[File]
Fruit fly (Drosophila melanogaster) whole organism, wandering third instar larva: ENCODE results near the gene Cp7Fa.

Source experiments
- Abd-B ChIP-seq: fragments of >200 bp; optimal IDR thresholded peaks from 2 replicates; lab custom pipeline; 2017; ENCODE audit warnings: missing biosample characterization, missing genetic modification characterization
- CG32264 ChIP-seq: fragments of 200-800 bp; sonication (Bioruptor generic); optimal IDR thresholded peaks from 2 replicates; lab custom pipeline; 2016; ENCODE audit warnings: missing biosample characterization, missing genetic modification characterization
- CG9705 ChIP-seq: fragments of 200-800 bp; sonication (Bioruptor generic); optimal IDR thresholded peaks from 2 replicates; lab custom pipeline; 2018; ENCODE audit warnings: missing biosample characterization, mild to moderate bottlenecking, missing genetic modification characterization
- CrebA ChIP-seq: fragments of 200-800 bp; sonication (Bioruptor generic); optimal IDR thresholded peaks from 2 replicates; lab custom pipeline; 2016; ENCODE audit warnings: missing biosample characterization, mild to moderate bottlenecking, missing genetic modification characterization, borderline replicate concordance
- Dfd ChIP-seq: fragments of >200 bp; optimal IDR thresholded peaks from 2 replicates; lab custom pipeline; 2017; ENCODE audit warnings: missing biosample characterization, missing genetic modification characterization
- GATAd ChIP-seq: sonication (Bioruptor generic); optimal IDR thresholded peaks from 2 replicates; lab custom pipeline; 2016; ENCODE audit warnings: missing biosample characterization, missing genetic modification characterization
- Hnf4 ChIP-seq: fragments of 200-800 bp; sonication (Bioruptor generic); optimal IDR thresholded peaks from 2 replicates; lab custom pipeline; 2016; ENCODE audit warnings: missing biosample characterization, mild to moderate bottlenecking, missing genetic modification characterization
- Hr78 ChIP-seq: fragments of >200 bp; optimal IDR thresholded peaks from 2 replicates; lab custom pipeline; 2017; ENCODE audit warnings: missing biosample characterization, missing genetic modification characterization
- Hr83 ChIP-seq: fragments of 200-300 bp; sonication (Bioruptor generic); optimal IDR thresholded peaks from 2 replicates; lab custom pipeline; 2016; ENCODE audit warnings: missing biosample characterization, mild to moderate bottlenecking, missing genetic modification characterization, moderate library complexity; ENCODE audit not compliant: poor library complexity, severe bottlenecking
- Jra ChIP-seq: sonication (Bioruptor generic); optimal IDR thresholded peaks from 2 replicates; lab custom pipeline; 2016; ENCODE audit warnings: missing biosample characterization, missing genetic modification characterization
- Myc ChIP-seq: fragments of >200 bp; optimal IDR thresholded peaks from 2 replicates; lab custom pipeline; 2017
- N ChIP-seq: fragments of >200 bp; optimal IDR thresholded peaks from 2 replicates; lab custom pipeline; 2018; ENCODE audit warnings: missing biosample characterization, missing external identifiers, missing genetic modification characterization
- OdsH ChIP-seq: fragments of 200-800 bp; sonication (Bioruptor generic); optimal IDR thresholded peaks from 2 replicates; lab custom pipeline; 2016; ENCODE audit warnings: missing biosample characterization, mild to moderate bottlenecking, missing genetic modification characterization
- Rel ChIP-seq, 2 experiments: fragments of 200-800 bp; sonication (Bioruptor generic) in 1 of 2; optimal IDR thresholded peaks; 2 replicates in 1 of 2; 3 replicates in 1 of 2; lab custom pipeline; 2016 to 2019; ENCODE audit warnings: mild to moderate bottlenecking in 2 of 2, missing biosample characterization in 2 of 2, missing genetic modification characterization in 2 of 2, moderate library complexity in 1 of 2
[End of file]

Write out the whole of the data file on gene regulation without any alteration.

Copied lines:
Fruit fly (Drosophila melanogaster) whole organism, wandering third instar larva: ENCODE results near the gene Cp7Fa.

Source experiments
- Abd-B ChIP-seq: fragments of >200 bp; optimal IDR thresholded peaks from 2 replicates; lab custom pipeline; 2017; ENCODE audit warnings: missing biosample characterization, missing genetic modification characterization
- CG32264 ChIP-seq: fragments of 200-800 bp; sonication (Bioruptor generic); optimal IDR thresholded peaks from 2 replicates; lab custom pipeline; 2016; ENCODE audit warnings: missing biosample characterization, missing genetic modification characterization
- CG9705 ChIP-seq: fragments of 200-800 bp; sonication (Bioruptor generic); optimal IDR thresholded peaks from 2 replicates; lab custom pipeline; 2018; ENCODE audit warnings: missing biosample characterization, mild to moderate bottlenecking, missing genetic modification characterization
- CrebA ChIP-seq: fragments of 200-800 bp; sonication (Bioruptor generic); optimal IDR thresholded peaks from 2 replicates; lab custom pipeline; 2016; ENCODE audit warnings: missing biosample characterization, mild to moderate bottlenecking, missing genetic modification characterization, borderline replicate concordance
- Dfd ChIP-seq: fragments of >200 bp; optimal IDR thresholded peaks from 2 replicates; lab custom pipeline; 2017; ENCODE audit warnings: missing biosample characterization, missing genetic modification characterization
- GATAd ChIP-seq: sonication (Bioruptor generic); optimal IDR thresholded peaks from 2 replicates; lab custom pipeline; 2016; ENCODE audit warnings: missing biosample characterization, missing genetic modification characterization
- Hnf4 ChIP-seq: fragments of 200-800 bp; sonication (Bioruptor generic); optimal IDR thresholded peaks from 2 replicates; lab custom pipeline; 2016; ENCODE audit warnings: missing biosample characterization, mild to moderate bottlenecking, missing genetic modification characterization
- Hr78 ChIP-seq: fragments of >200 bp; optimal IDR thresholded peaks from 2 replicates; lab custom pipeline; 2017; ENCODE audit warnings: missing biosample characterization, missing genetic modification characterization
- Hr83 ChIP-seq: fragments of 200-300 bp; sonication (Bioruptor generic); optimal IDR thresholded peaks from 2 replicates; lab custom pipeline; 2016; ENCODE audit warnings: missing biosample characterization, mild to moderate bottlenecking, missing genetic modification characterization, moderate library complexity; ENCODE audit not compliant: poor library complexity, severe bottlenecking
- Jra ChIP-seq: sonication (Bioruptor generic); optimal IDR thresholded peaks from 2 replicates; lab custom pipeline; 2016; ENCODE audit warnings: missing biosample characterization, missing genetic modification characterization
- Myc ChIP-seq: fragments of >200 bp; optimal IDR thresholded peaks from 2 replicates; lab custom pipeline; 2017
- N ChIP-seq: fragments of >200 bp; optimal IDR thresholded peaks from 2 replicates; lab custom pipeline; 2018; ENCODE audit warnings: missing biosample characterization, missing external identifiers, missing genetic modification characterization
- OdsH ChIP-seq: fragments of 200-800 bp; sonication (Bioruptor generic); optimal IDR thresholded peaks from 2 replicates; lab custom pipeline; 2016; ENCODE audit warnings: missing biosample characterization, mild to moderate bottlenecking, missing genetic modification characterization
- Rel ChIP-seq, 2 experiments: fragments of 200-800 bp; sonication (Bioruptor generic) in 1 of 2; optimal IDR thresholded peaks; 2 replicates in 1 of 2; 3 replicates in 1 of 2; lab custom pipeline; 2016 to 2019; ENCODE audit warnings: mild to moderate bottlenecking in 2 of 2, missing biosample characterization in 2 of 2, missing genetic modification characterization in 2 of 2, moderate library complexity in 1 of 2